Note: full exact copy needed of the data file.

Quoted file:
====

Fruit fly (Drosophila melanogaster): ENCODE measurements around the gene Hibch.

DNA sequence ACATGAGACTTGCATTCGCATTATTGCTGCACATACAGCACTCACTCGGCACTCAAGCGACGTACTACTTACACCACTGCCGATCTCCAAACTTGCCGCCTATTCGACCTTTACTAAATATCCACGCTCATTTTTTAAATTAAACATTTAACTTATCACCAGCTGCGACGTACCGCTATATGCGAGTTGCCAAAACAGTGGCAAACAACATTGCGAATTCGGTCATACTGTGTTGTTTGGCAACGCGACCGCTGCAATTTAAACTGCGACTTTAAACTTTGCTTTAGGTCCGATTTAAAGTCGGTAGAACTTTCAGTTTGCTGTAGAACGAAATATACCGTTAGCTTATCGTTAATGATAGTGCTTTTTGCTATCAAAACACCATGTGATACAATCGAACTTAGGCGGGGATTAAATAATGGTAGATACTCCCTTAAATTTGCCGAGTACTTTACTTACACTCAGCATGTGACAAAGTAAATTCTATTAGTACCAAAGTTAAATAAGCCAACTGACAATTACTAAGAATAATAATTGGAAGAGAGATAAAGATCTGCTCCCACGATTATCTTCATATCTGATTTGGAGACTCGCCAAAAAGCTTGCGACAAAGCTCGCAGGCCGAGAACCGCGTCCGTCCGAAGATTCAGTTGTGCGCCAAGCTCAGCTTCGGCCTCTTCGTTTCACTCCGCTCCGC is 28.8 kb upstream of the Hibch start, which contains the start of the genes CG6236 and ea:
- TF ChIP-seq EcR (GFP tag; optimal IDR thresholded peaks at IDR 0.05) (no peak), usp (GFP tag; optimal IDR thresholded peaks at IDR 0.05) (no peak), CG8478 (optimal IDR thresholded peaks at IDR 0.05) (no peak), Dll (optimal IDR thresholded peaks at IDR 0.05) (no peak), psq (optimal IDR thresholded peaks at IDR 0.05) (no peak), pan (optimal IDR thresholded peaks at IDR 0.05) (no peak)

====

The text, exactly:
Fruit fly (Drosophila melanogaster): ENCODE measurements around the gene Hibch.

DNA sequence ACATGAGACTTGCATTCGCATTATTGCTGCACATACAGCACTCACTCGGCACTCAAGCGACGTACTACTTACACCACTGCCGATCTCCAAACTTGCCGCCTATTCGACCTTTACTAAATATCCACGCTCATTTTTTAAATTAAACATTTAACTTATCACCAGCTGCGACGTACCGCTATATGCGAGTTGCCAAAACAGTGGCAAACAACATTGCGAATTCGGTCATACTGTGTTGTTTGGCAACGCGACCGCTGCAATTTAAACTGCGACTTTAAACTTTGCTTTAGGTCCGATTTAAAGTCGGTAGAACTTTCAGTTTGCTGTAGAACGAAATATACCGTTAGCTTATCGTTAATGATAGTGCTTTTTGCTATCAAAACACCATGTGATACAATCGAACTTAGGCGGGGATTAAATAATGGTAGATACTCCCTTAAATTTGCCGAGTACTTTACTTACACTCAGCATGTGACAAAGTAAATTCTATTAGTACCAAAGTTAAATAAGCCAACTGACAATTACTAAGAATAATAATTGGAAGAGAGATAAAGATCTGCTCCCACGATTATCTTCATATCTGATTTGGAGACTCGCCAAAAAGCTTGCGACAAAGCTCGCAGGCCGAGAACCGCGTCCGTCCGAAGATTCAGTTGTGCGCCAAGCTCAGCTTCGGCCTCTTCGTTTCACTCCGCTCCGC is 28.8 kb upstream of the Hibch start, which contains the start of the genes CG6236 and ea:
- TF ChIP-seq EcR (GFP tag; optimal IDR thresholded peaks at IDR 0.05) (no peak), usp (GFP tag; optimal IDR thresholded peaks at IDR 0.05) (no peak), CG8478 (optimal IDR thresholded peaks at IDR 0.05) (no peak), Dll (optimal IDR thresholded peaks at IDR 0.05) (no peak), psq (optimal IDR thresholded peaks at IDR 0.05) (no peak), pan (optimal IDR thresholded peaks at IDR 0.05) (no peak)